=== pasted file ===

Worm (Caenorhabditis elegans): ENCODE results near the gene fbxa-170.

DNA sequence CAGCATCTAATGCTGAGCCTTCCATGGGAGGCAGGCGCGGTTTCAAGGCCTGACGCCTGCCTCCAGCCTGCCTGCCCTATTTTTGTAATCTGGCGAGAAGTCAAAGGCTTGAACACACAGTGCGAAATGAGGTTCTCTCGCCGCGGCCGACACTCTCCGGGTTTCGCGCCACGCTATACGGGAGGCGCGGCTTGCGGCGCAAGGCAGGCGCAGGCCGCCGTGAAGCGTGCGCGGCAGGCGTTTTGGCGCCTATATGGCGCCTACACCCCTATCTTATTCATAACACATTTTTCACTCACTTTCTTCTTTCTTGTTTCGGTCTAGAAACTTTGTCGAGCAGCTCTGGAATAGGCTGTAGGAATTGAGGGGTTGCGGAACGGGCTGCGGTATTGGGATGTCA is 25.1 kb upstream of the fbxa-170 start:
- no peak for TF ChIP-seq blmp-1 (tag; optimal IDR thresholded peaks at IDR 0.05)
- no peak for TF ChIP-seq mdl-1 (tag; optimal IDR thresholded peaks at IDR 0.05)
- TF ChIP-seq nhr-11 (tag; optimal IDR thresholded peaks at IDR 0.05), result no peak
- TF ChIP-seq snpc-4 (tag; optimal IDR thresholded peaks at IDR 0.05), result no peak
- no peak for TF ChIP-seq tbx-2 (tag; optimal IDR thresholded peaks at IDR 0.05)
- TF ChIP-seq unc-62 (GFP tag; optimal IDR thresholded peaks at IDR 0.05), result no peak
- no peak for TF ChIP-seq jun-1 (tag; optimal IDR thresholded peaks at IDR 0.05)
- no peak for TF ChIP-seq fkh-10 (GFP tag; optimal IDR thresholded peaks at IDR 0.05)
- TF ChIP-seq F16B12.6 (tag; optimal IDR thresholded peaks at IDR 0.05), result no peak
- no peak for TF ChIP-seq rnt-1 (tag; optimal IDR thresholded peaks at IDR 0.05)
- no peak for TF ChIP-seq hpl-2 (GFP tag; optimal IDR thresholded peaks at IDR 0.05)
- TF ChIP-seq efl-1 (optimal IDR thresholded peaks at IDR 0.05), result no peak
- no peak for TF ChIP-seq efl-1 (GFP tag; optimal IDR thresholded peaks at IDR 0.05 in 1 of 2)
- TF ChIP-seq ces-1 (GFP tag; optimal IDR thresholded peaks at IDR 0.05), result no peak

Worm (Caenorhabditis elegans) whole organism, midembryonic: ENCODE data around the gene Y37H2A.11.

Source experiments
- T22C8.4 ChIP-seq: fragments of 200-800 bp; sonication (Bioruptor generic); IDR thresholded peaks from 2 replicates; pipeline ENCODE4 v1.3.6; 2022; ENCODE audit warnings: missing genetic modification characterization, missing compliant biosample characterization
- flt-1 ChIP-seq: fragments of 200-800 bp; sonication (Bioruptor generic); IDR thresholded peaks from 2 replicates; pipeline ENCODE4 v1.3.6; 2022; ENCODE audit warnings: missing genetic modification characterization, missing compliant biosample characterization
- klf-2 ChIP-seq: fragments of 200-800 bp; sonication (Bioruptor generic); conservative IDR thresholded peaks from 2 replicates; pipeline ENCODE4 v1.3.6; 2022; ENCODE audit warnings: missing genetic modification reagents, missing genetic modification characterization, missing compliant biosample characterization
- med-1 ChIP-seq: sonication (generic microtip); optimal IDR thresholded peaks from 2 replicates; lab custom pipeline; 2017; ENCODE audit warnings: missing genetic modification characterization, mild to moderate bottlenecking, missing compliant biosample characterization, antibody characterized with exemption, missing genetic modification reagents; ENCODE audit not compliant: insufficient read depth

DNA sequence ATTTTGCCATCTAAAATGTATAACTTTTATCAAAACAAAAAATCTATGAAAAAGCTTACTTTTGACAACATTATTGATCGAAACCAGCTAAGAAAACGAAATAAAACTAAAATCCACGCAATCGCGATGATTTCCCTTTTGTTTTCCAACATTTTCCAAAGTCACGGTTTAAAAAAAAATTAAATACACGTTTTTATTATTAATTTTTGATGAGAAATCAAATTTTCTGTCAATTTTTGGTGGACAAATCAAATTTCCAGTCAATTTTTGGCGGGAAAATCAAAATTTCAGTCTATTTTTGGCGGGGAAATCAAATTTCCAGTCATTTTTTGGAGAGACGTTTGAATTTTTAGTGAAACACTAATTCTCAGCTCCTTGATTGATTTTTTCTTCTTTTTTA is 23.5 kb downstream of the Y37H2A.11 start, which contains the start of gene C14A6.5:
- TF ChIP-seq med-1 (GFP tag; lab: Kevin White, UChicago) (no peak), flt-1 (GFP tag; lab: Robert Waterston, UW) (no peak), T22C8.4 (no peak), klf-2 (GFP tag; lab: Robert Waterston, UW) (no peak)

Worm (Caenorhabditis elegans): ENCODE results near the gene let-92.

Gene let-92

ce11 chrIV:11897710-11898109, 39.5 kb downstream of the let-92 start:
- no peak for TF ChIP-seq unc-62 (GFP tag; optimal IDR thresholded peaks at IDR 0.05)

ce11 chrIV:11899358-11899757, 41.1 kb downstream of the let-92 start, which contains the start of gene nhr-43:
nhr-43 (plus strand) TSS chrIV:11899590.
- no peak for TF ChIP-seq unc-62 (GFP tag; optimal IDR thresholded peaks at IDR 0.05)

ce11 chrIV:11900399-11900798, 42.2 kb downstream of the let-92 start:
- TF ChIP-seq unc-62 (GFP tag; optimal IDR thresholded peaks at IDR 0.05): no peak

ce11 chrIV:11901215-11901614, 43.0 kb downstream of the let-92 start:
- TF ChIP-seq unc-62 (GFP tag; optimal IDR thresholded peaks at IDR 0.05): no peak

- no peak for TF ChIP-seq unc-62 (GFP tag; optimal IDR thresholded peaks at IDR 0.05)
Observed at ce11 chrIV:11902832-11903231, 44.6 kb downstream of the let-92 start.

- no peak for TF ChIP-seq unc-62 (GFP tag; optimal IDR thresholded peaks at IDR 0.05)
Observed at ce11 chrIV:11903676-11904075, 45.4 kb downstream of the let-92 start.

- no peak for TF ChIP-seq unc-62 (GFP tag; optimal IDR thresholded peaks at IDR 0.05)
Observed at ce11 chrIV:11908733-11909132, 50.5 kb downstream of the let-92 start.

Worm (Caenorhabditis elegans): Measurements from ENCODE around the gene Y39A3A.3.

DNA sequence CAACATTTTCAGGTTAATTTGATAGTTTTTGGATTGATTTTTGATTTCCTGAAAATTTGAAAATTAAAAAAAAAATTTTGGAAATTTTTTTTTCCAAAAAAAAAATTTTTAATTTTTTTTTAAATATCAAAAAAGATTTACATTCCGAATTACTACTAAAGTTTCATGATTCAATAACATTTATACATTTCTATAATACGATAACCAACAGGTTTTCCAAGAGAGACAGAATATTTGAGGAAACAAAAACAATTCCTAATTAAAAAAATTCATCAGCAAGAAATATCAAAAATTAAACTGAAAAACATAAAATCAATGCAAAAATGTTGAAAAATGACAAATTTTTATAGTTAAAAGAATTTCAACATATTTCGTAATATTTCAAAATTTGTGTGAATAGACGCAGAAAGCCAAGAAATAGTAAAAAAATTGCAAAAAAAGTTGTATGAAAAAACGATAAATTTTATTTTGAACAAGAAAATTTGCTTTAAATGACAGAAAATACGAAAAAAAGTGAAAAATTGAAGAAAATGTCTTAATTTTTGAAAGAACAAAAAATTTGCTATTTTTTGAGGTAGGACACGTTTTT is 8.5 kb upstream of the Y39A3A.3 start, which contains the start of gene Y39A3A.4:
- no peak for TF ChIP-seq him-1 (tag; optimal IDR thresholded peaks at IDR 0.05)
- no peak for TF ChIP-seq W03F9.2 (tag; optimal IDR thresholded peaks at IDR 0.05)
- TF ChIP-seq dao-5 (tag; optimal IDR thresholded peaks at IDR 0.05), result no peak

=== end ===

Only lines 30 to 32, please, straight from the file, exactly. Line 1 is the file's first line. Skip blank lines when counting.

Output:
nhr-43 (plus strand) TSS chrIV:11899590.
- no peak for TF ChIP-seq unc-62 (GFP tag; optimal IDR thresholded peaks at IDR 0.05)

ce11 chrIV:11900399-11900798, 42.2 kb downstream of the let-92 start: